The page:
Comparing Languages to Find Underlying Meaning

Comparing Languages to Find Underlying Meaning

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Comparing Languages to Find Underlying Meaning


To quantify the problem, the researchers chose a few basic concepts that we see in nature (sun, moon, mountain, fire, and so on). Each concept was translated from English into 81 diverse languages, then back into English. Based on these translations, a weighted network was created. The structure of the network was used to compare languages’ ways of partitioning concepts.


The team found that the translated concepts consistently formed three theme clusters in a network, densely connected within themselves and weakly to one another: water, solid natural materials, and earth and sky.


“For the first time, we now have a method to quantify how universal these relations are,” says Bhattacharya. “What is universal – and what is not – about how we group clusters of meanings teaches us a lot about psycholinguistics, the conceptual structures that underlie language use.”


  1. Great find, thanks Gideon Rosenblatt​.

  2. When you presuppose a structure for concepts, then assume translations across language can process a 1-1 correspondence into identical concepts,  your quantification of “clusters” doesn’t imply any concepts for the words, only the correspondence for which a function was postulated. Is “plan” a noun or a verb?  How does that “map” into other languages.  Having ignored the semantics of inflection, no syntax can form many meanings since the given words lost any connotative meaning in the mapping and any denotative meaning in the concept of such structure itself.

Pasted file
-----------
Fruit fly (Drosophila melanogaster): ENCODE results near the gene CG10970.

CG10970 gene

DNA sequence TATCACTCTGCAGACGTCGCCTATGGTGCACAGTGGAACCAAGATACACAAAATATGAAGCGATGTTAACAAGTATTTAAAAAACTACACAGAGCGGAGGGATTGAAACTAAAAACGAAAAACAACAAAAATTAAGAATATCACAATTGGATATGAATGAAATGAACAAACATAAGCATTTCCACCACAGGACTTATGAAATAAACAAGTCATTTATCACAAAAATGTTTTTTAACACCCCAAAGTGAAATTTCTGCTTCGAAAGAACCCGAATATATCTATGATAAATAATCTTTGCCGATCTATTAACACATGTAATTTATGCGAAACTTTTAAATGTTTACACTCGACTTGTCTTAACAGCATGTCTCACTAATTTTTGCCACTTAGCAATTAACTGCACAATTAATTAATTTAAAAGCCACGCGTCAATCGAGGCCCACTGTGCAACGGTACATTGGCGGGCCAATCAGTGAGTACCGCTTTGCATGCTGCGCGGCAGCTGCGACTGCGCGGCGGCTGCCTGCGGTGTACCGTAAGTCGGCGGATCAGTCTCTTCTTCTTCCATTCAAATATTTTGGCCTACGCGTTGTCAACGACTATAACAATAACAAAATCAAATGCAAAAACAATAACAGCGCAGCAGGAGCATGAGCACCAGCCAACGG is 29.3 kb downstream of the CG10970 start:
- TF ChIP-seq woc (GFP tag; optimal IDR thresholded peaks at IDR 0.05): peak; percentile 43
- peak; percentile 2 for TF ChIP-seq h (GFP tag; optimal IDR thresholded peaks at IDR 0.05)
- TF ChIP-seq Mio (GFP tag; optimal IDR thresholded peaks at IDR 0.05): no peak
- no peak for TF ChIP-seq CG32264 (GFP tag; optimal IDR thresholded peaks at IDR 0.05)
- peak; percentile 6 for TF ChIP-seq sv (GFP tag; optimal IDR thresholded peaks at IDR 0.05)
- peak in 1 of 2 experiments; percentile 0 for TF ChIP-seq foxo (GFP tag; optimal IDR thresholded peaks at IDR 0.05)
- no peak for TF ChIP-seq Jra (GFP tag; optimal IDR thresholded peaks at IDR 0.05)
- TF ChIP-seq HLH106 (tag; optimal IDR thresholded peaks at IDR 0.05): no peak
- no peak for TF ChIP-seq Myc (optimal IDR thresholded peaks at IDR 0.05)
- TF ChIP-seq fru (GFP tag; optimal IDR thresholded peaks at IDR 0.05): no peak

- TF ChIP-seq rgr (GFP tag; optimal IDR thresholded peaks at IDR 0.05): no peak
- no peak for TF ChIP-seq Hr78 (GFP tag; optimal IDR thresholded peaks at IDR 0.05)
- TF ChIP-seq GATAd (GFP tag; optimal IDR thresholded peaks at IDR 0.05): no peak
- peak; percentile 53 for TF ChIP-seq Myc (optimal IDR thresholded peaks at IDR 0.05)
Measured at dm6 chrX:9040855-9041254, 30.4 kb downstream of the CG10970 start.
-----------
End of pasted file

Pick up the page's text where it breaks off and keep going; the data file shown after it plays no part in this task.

You’re left with an existential semantics informing a universal syntax about an inferred structure, not the deep one of cognitive versus structural psycholinguistics.

  3. Gideon Rosenblatt I visited this topic via a different article on it about a week ago. Obviously this deep connection within transliterated languages is the very core of my own research

    On the one hand, I am excited that others are exploring this great enigma i.e, the matrix that intrinsically underlies every known language but on the other hand I thoroughly agree that the methodology used in this particular testing severely limits the potential depth of these connections, quite unnecessarily.

    Our initial approach was to create and hone our lingual matching algorithms within the English language. What pleasantly surprised us, after 14 years research and development, was that these algorithms work just effectively with any transliterated language.

    To limit it to phonetics is a potential minefield too as this is where the main elements of confusion between languages exist. Yet when language is examined in a purely written form the connections are far more obvious and it is this route that we have chosen as the benchmark of connectivity.

    We realised that our algorithms had the ability to connect every language not through streamlining an imposed pattern on it but by investigating its very own interlinking patterns individually and then converting them into mathematical formulas.

    In my opinion this latency should not be limited by enforced subsets even though quite obviously they could potentially prove that there was a connection but only to a limited extent.

    One could immediately think of the benefits that we’ve uncovered through our own research such as the more obvious links via etymological and consonantal roots quite apart from the clear connections through alliteration, rhyming, paronyms, synonyms and every other #nym you could possibly shake a stick at.

    So in summary. It is quite exciting that others are now beginning to prove that language is intrinsically linked because that benchmark needs to be established before AI comes into its own but for me it is only the tip of the iceberg and what lies beneath is far more exciting than these initial steps that prove it in principle.